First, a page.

Seeing Further: Using Manufacturing Execution Systems (MES) to Improve Visibility
As independent enterprise technology consultants, we’re regularly called to guide project teams through technology evaluation, selection and implementation. With a focus on business process improvement, our consultants are regularly out in the field guiding manufacturers and distributors that are challenged with managing the complexity of their operations.
A common theme running through these conversations is the need for improved visibility and transparency of information.
No matter the sector – industrial equipment manufacturers, metal fabricators, distributors – companies are hungry for real-time visibility into their entire operation to clearly see bottlenecks, adjust and improve productivity.
With access to more timely and accurate information, teams can use that data to take the needed action to improve decisions, and ultimately streamline business processes.
Driving Real Business Process Improvements
The pursuit for increased data access makes sense, especially as organizations look to enhance responsiveness and connection across the enterprise. Data visibility and transparency helps drive quality, minimize late shipments, reduce inventory, improve customer satisfaction and much more.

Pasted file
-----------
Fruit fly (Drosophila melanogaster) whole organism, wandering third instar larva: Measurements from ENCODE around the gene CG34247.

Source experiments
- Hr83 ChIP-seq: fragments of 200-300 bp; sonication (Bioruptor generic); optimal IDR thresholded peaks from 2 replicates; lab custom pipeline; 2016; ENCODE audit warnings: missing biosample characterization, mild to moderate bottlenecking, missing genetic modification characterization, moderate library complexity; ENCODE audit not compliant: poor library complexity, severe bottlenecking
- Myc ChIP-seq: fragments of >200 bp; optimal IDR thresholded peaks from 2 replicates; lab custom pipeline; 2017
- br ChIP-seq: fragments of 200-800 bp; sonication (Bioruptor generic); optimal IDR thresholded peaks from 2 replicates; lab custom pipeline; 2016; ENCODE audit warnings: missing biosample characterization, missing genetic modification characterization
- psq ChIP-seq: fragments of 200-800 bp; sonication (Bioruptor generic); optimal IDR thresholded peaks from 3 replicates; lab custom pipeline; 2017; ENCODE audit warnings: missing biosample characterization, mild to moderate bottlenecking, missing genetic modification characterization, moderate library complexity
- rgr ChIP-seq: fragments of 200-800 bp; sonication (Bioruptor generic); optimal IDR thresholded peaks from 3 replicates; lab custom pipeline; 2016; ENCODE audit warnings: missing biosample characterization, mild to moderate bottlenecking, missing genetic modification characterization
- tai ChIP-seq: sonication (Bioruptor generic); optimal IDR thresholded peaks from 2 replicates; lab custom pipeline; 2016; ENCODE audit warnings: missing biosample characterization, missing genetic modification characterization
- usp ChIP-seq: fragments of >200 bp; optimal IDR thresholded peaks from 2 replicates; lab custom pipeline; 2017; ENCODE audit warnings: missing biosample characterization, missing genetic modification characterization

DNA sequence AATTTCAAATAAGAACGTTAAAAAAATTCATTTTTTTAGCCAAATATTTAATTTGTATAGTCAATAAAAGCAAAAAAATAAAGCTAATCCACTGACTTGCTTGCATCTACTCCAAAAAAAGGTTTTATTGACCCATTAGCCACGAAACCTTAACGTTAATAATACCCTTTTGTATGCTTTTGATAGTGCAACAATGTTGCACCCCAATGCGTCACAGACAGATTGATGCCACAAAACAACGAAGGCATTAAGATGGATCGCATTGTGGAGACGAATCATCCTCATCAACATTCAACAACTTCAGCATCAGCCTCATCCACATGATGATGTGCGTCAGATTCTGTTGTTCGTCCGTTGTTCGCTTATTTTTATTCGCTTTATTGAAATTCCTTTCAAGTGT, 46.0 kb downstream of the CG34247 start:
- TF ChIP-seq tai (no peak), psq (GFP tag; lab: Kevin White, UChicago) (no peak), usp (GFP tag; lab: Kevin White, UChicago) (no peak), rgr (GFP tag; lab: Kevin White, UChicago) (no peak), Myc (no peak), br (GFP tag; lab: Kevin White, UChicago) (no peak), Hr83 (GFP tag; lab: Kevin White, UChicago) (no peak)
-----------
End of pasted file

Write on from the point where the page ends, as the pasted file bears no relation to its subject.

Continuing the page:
Yet even today, in the era of the connected enterprise and Industry 4.0, many organizations are still handicapped by a variety of manual methods, standalone spreadsheets and other patchwork systems to track data.
These organizations are in a poor position to react to change, optimize business processes such as production planning, or to improve relationships with customers and supply chain partners.
Using MES to Improve Visibility
When it comes to data visibility, there’s work that needs to be done prior to a technology evaluation and selection – including those projects focusing on MES.
Before a project team begins their journey seeking transformation with an enterprise technology selection and implementation, we guide our clients to consider the concepts of KPIs and Performance Management.
Key Performance Indicators (KPIs) are the specific measurements and metrics that are relevant to your specific industry and production process.
Obviously, KPIs vary from business to business and industry to industry. The key to using KPIs effectively is to ensure that the metric reflects an organization’s processes and activities central to its current and desired future performance In order to improve, we must first be able to measure.